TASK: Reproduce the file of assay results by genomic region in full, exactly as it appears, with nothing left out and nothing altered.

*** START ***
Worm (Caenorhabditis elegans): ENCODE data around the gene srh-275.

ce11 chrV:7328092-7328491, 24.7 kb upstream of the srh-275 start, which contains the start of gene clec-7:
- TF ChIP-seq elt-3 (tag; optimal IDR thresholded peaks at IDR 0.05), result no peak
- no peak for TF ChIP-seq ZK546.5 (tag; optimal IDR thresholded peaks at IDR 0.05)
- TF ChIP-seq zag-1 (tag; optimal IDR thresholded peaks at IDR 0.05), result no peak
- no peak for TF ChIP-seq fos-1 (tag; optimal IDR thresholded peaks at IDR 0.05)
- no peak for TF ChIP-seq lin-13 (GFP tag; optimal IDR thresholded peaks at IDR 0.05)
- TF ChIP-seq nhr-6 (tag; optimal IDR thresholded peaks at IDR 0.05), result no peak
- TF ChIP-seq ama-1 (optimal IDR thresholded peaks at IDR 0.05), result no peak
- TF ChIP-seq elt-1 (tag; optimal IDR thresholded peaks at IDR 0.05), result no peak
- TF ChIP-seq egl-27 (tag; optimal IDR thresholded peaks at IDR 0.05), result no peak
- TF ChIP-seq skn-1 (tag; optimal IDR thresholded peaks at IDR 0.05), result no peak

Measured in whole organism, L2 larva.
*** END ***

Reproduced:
Worm (Caenorhabditis elegans): ENCODE data around the gene srh-275.

ce11 chrV:7328092-7328491, 24.7 kb upstream of the srh-275 start, which contains the start of gene clec-7:
- TF ChIP-seq elt-3 (tag; optimal IDR thresholded peaks at IDR 0.05), result no peak
- no peak for TF ChIP-seq ZK546.5 (tag; optimal IDR thresholded peaks at IDR 0.05)
- TF ChIP-seq zag-1 (tag; optimal IDR thresholded peaks at IDR 0.05), result no peak
- no peak for TF ChIP-seq fos-1 (tag; optimal IDR thresholded peaks at IDR 0.05)
- no peak for TF ChIP-seq lin-13 (GFP tag; optimal IDR thresholded peaks at IDR 0.05)
- TF ChIP-seq nhr-6 (tag; optimal IDR thresholded peaks at IDR 0.05), result no peak
- TF ChIP-seq ama-1 (optimal IDR thresholded peaks at IDR 0.05), result no peak
- TF ChIP-seq elt-1 (tag; optimal IDR thresholded peaks at IDR 0.05), result no peak
- TF ChIP-seq egl-27 (tag; optimal IDR thresholded peaks at IDR 0.05), result no peak
- TF ChIP-seq skn-1 (tag; optimal IDR thresholded peaks at IDR 0.05), result no peak

Measured in whole organism, L2 larva.